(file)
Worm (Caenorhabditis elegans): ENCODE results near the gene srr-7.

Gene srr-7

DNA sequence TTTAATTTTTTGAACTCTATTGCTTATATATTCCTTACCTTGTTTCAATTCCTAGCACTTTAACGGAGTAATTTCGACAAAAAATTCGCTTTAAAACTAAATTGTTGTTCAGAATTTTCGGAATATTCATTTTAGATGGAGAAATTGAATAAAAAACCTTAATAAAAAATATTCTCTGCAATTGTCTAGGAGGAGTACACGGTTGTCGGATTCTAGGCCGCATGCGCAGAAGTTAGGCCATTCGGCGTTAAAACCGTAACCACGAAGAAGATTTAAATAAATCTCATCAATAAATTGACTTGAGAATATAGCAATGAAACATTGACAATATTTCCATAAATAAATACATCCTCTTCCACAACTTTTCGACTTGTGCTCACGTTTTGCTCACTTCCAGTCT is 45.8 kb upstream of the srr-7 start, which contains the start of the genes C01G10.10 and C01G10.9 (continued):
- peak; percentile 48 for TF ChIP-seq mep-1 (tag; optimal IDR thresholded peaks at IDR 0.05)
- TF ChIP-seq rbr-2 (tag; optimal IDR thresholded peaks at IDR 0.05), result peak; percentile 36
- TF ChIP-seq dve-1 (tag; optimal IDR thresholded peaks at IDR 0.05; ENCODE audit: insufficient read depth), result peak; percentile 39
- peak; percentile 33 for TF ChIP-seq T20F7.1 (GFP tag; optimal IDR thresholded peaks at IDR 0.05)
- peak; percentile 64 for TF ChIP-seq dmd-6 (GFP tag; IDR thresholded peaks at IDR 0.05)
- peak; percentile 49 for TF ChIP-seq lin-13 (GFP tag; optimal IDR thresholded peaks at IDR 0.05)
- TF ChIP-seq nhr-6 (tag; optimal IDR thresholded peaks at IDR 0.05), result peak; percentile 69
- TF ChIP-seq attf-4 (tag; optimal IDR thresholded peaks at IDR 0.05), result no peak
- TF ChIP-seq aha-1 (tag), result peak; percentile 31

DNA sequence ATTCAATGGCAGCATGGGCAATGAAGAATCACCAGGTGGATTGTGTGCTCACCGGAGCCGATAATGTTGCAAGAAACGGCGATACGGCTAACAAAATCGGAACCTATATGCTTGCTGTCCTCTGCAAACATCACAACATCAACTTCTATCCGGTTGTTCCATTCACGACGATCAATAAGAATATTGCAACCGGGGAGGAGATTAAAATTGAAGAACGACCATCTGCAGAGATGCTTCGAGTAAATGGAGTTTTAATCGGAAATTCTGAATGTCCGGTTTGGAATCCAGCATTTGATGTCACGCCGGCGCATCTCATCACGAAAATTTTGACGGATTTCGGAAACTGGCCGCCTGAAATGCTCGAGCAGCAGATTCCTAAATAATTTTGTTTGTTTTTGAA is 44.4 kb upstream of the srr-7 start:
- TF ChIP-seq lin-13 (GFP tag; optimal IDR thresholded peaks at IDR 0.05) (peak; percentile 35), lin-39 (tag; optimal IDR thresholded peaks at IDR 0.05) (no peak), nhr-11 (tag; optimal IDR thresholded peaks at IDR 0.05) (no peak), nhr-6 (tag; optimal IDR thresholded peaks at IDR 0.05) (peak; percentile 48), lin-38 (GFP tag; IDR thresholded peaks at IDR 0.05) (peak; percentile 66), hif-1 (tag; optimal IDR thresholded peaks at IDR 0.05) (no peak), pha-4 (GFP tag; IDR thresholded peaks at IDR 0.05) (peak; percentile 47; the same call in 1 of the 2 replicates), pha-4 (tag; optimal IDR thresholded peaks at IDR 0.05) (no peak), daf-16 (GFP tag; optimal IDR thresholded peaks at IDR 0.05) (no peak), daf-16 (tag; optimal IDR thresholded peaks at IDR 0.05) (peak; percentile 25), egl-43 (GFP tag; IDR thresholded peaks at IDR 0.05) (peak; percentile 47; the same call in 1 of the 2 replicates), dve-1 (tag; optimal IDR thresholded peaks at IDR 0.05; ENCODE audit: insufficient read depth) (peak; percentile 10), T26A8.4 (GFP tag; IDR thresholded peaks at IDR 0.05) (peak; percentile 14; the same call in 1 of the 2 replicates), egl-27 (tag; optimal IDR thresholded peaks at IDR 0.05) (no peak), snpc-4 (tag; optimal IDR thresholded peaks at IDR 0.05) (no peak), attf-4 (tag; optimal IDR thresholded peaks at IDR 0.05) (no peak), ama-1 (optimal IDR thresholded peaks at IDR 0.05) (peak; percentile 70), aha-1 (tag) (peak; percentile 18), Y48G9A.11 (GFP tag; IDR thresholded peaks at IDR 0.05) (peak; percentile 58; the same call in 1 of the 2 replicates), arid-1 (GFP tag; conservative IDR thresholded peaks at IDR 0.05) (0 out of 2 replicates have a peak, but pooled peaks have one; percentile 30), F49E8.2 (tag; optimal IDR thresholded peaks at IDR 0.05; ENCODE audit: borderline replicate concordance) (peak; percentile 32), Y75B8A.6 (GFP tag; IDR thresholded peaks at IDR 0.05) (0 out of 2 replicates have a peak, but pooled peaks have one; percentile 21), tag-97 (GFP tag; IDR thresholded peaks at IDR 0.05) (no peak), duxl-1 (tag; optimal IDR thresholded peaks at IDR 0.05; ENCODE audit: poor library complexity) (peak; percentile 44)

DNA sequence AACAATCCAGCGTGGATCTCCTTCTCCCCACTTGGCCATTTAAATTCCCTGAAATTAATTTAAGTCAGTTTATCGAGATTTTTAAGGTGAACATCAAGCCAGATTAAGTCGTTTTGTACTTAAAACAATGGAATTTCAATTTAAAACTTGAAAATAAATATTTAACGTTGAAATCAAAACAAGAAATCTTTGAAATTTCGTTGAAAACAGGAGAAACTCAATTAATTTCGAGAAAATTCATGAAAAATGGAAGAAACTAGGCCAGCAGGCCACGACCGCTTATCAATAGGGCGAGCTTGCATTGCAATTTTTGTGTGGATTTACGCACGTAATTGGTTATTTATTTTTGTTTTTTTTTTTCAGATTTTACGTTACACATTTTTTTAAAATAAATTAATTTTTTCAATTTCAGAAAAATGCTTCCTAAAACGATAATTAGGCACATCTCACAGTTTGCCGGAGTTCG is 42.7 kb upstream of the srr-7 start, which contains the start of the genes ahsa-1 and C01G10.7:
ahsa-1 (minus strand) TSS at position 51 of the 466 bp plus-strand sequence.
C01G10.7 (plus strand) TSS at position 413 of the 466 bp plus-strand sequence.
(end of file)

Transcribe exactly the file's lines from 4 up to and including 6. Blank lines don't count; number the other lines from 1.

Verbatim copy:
- peak; percentile 48 for TF ChIP-seq mep-1 (tag; optimal IDR thresholded peaks at IDR 0.05)
- TF ChIP-seq rbr-2 (tag; optimal IDR thresholded peaks at IDR 0.05), result peak; percentile 36
- TF ChIP-seq dve-1 (tag; optimal IDR thresholded peaks at IDR 0.05; ENCODE audit: insufficient read depth), result peak; percentile 39